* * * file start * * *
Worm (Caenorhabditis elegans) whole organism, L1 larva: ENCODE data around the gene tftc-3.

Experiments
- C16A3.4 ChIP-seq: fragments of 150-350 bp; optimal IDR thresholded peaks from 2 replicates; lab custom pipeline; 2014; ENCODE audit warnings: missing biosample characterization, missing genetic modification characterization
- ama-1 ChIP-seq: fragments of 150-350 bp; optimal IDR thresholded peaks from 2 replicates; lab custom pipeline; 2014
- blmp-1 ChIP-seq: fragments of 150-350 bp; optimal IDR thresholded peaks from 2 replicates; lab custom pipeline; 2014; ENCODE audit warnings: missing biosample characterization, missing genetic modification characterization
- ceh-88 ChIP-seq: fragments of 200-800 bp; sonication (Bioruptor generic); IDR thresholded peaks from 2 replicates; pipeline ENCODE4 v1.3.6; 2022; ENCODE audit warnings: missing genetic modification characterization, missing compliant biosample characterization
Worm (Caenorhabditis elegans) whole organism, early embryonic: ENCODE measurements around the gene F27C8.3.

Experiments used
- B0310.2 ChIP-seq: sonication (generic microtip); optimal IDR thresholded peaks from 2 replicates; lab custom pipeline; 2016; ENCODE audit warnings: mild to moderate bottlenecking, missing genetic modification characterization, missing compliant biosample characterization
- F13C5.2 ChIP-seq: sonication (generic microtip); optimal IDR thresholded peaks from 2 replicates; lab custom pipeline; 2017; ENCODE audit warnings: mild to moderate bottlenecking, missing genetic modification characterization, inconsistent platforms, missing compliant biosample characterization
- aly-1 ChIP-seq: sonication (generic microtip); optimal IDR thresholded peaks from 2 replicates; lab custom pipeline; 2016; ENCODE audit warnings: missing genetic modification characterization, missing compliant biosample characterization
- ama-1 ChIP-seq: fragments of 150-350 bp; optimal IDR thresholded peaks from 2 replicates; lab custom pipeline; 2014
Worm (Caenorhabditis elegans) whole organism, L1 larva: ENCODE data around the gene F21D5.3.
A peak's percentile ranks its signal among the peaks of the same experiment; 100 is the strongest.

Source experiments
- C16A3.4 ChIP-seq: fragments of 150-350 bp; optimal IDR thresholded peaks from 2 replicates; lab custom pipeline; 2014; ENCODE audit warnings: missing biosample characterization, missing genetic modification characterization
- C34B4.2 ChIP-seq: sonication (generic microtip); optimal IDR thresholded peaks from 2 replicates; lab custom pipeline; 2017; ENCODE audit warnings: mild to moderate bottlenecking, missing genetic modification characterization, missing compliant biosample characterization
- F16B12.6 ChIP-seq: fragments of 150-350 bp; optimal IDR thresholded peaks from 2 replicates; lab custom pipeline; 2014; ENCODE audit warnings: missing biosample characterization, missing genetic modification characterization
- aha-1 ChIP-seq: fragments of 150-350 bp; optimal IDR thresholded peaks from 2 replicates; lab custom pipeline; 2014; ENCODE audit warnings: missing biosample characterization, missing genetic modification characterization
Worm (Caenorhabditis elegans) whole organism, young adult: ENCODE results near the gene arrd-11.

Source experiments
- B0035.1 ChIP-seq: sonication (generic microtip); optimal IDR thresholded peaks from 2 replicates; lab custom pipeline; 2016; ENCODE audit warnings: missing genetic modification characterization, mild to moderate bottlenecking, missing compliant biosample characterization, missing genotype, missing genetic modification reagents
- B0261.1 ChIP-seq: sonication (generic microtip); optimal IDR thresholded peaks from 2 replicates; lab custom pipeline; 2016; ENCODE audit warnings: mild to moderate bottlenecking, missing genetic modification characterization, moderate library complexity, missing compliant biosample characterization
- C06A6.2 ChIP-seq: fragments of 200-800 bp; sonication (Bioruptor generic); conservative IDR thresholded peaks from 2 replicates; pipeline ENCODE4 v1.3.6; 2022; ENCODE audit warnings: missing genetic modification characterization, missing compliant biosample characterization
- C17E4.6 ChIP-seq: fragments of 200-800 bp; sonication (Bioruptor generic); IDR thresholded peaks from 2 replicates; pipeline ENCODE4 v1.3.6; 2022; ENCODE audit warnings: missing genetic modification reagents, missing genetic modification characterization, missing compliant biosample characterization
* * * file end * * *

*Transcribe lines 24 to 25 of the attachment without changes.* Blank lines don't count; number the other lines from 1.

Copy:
- C06A6.2 ChIP-seq: fragments of 200-800 bp; sonication (Bioruptor generic); conservative IDR thresholded peaks from 2 replicates; pipeline ENCODE4 v1.3.6; 2022; ENCODE audit warnings: missing genetic modification characterization, missing compliant biosample characterization
- C17E4.6 ChIP-seq: fragments of 200-800 bp; sonication (Bioruptor generic); IDR thresholded peaks from 2 replicates; pipeline ENCODE4 v1.3.6; 2022; ENCODE audit warnings: missing genetic modification reagents, missing genetic modification characterization, missing compliant biosample characterization